"The verdict is the beginning of the end for Putin," Nevzlin told reporters at a press conference in Tel Aviv, where he is in self-imposed exile. "Now he wants to keep [Khodorkovsky] in jail during the next elections. Anyone who detests democracy, the free press and justice is doomed," he said, The Associated Press reported. Nevzlin has previously said he would support former Prime Minister Mikhail Kasyanov were he to run for president in 2008.

Kasyanov slammed the verdict on Tuesday. "Today we should all admit that we already live in a different country. The unification of democratic forces is no longer a question of political ambitions, it is a vital necessity for the country," he said, Interfax reported.

Yukos managers on Tuesday also upped the ante in response to the sentences against the oil major's former bosses. The company said it had filed an $11.53 billion lawsuit against the government for damages arising from the sale of its main production unit, Yuganskneftegaz, last December. Yugansk was sold at a knockdown price in a controversial auction as payment for $28 billion in back taxes.

Group Menatep, the holding company founded by Khodorkovsky that owns Yukos and other assets, is also suing the government under the terms of the Energy Charter, an international treaty signed by Russia. The threats of legal action have already helped upset Putin's plans to merge state-controlled Gazprom with state-owned Rosneft, the new owner of Yugansk, because of the legal risks.

After the sentences were pronounced, one of the Western lawyers representing Khodorkovsky called for further legal action against the officials behind the takeover of Yukos. "Today another step has been taken to legitimize the expropriation of Yukos," said Robert Amsterdam, a Toronto-based lawyer.

He said the people behind the trial and the verdict were "the same as those who set up a front company in 24 hours, set up a phony auction and stole a company," referring to the mysterious front company Baikal Finance Group that won the Yugansk auction and was soon afterward bought up by Rosneft. "These are the people who should be under investigation," he said.

Amsterdam also warned that Khodorkovsky's jailing would only strengthen his political clout.

"There are very few men who serve time in prison for political reasons whose political ambitions aren't strengthened," he said.

Political analysts said the sentences of nine years were aimed at making sure that Khodorkovsky stayed behind bars until after the 2008 presidential election. "There's no way they could let him out before 2008," said Vladimir Pribylovsky, head of the Panorama think tank. "They made a political figure out of him and now they fear him."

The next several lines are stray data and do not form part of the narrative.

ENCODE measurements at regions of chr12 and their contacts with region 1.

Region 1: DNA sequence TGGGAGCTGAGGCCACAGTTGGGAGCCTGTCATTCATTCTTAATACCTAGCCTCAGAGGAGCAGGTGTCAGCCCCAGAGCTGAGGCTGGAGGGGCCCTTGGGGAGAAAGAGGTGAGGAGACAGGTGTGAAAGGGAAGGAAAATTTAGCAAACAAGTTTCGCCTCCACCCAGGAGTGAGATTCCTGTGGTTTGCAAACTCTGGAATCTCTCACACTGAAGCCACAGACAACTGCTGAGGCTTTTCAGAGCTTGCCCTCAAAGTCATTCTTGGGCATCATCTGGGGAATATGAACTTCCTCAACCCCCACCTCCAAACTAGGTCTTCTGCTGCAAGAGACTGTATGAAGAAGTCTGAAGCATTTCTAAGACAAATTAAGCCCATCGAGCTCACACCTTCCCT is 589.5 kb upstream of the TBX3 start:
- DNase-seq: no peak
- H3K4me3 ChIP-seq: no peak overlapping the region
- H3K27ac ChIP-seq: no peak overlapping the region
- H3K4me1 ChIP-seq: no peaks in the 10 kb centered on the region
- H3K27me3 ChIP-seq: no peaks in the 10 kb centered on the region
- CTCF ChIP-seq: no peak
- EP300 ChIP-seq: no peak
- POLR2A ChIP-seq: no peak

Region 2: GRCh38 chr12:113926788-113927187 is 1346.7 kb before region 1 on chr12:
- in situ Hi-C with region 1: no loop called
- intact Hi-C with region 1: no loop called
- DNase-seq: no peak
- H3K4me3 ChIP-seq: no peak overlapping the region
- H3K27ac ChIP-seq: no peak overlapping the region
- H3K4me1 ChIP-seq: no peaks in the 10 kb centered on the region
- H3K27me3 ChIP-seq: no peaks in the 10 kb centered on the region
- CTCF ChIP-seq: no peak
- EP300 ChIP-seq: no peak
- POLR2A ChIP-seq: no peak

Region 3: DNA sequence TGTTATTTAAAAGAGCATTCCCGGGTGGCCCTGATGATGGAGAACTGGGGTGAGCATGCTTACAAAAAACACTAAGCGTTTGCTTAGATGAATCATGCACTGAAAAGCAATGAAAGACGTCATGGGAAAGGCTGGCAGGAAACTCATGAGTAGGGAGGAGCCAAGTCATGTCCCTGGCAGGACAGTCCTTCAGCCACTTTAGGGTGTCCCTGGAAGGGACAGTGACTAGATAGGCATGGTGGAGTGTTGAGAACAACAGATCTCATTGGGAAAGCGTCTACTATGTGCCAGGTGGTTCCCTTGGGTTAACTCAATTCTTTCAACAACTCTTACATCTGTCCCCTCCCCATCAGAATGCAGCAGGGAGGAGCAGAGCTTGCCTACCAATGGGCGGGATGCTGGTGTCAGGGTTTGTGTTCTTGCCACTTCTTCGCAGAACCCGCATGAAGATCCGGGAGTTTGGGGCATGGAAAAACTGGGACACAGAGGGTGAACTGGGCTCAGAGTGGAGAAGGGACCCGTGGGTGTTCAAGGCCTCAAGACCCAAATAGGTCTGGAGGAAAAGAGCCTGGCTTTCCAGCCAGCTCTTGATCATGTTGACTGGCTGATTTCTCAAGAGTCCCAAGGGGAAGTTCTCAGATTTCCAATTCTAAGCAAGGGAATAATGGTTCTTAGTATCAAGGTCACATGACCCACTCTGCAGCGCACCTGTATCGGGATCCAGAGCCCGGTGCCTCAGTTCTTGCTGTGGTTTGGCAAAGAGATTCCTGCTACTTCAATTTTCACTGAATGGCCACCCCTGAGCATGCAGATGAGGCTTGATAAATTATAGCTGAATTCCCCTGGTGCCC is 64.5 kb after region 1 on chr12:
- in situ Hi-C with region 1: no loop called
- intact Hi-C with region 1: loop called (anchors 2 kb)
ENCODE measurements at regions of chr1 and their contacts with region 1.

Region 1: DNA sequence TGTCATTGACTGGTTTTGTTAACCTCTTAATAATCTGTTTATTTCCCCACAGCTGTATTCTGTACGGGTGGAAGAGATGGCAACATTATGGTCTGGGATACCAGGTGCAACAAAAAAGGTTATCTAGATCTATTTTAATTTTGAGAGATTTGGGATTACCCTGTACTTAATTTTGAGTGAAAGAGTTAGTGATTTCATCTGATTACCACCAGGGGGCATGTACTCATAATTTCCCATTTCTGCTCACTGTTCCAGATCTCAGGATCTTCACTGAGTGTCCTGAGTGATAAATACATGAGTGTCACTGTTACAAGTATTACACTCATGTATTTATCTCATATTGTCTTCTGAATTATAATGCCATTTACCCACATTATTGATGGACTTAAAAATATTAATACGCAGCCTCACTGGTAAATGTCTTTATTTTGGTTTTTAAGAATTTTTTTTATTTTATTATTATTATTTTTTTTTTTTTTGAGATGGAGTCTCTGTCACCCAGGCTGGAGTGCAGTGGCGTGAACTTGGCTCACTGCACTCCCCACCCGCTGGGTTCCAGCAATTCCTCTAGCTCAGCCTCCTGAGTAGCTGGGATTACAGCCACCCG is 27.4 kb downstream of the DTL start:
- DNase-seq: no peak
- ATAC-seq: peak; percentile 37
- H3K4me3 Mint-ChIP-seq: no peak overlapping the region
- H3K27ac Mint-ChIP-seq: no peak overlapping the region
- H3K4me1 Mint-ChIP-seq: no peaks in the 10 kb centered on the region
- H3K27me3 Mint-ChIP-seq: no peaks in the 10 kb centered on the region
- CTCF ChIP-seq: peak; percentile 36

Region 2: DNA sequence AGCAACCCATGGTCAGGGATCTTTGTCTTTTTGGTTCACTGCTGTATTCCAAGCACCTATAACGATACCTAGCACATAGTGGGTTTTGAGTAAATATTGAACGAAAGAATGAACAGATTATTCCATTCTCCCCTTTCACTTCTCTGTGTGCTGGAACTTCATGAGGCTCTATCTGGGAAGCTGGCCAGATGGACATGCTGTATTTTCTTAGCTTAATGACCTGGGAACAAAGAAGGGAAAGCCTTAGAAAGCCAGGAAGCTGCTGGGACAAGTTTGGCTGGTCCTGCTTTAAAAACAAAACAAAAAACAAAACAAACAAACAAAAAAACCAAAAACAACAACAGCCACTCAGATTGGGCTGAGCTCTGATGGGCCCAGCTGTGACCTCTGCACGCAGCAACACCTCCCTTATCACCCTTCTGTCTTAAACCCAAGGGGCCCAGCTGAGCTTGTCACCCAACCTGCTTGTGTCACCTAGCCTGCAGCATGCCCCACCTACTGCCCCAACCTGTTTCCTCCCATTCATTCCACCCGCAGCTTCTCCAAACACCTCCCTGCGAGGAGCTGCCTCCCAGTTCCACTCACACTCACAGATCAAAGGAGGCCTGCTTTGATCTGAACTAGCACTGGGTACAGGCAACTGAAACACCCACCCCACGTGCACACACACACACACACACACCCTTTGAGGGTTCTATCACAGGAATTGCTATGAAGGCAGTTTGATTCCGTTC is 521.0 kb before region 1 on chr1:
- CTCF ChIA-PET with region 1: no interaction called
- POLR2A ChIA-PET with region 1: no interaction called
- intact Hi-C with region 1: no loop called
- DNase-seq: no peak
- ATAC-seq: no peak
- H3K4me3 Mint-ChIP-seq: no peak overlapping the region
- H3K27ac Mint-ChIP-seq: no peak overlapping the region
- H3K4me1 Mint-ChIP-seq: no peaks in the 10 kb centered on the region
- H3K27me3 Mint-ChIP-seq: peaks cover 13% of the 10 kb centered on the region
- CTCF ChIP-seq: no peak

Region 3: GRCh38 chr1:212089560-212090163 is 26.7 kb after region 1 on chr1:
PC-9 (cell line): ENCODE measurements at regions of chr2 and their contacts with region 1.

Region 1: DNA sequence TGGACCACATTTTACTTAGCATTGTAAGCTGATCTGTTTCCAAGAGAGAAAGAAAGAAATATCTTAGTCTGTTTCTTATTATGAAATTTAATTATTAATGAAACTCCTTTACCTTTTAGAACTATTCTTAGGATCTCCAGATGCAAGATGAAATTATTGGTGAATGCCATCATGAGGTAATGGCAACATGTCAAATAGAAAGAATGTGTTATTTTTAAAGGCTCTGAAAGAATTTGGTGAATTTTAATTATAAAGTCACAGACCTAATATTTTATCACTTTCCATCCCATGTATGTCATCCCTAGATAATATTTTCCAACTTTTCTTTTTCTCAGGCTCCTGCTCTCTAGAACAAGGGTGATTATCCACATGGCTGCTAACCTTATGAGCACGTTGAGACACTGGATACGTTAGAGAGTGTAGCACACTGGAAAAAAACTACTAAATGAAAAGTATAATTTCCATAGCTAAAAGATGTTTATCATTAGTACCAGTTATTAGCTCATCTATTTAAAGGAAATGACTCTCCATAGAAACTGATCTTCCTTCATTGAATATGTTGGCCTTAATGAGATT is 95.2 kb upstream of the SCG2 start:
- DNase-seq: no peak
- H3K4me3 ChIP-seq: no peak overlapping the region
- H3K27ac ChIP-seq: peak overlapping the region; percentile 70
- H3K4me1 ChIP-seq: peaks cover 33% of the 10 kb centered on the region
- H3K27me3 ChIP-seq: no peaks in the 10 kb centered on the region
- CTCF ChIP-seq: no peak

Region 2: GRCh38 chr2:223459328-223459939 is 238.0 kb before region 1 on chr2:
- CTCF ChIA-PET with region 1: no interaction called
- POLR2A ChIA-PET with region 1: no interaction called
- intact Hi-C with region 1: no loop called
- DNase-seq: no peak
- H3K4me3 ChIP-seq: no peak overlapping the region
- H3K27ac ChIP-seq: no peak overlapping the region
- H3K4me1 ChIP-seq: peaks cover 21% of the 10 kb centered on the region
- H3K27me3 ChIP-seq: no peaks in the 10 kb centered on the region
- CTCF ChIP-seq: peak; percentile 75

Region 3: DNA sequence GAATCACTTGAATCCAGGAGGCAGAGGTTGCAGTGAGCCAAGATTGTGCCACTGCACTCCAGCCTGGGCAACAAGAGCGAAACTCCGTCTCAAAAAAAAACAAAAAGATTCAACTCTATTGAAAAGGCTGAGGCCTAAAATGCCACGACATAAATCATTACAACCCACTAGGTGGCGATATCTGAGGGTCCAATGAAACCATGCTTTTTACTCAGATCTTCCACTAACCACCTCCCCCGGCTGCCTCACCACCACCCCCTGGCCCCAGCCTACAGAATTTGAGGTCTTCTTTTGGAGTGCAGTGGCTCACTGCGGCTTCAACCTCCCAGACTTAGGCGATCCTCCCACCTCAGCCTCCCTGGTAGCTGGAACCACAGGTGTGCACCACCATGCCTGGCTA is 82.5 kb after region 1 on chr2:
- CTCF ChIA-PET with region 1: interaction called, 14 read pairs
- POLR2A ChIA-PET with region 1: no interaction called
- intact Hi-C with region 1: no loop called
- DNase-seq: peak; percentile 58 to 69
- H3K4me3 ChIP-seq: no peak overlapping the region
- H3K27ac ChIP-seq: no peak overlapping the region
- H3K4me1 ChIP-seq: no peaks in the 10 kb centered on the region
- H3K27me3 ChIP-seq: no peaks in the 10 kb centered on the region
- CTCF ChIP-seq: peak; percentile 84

Prosecutors made sure to maintain the pressure Tuesday, announcing again that new money laundering charges against Khodorkovsky and Lebedev would be filed soon. Defense lawyers have said those new charges could carry an additional sentence of up to 10 years if they are found guilty.

If filed, the new charges would keep them in Moscow for as long as a new trial would take. Defense lawyers have suggested that the Kremlin wants to keep the former oil magnates in Moscow so as to keep tighter control over their movements, rather than in the regions where the Kremlin's power could be weaker.

For now, however, they cannot be sent off to a prison colony until the sentence has been passed into law. That cannot happen until the defense's appeal at the next stage, the Moscow city court, has been concluded.

Defense lawyers said Tuesday they had little hope of winning an appeal.

"We of course will dispute [the verdict], although we understand that in the present conditions there cannot be much hope for justice at present," one of the lead defense lawyers told reporters outside the court.

Khodorkovsky and Lebedev have also been fined a total of 17.4 billion rubles ($620 million) in unpaid tax bills, under a civil suit filed by the Federal Tax Service. Chief judge Irina Kolesnikova ruled to levy that amount from the two men. But Lebedev's lawyer Yevgeny Baru said that he was not sure how his clients would pay that bill off. He said they only had "minimal" amounts in their Russian bank accounts.

Khodorkovsky and Lebedev were both convicted of theft with conspiracy; a malicious failure to obey a court order; damage to property rights via fraud with conspiracy; personal tax or national insurance evasion; and appropriation or embezzlement of property with conspiracy.

A charge of repeated forgery of documents was dropped.

The two men were found guilty of the initial charge brought against them, the fraudulent acquisition of a 20 percent stake in the Apatit fertilizer plant in a 1994 privatization. But the court discarded the charge, as a 10-year stature of limitations had already expired.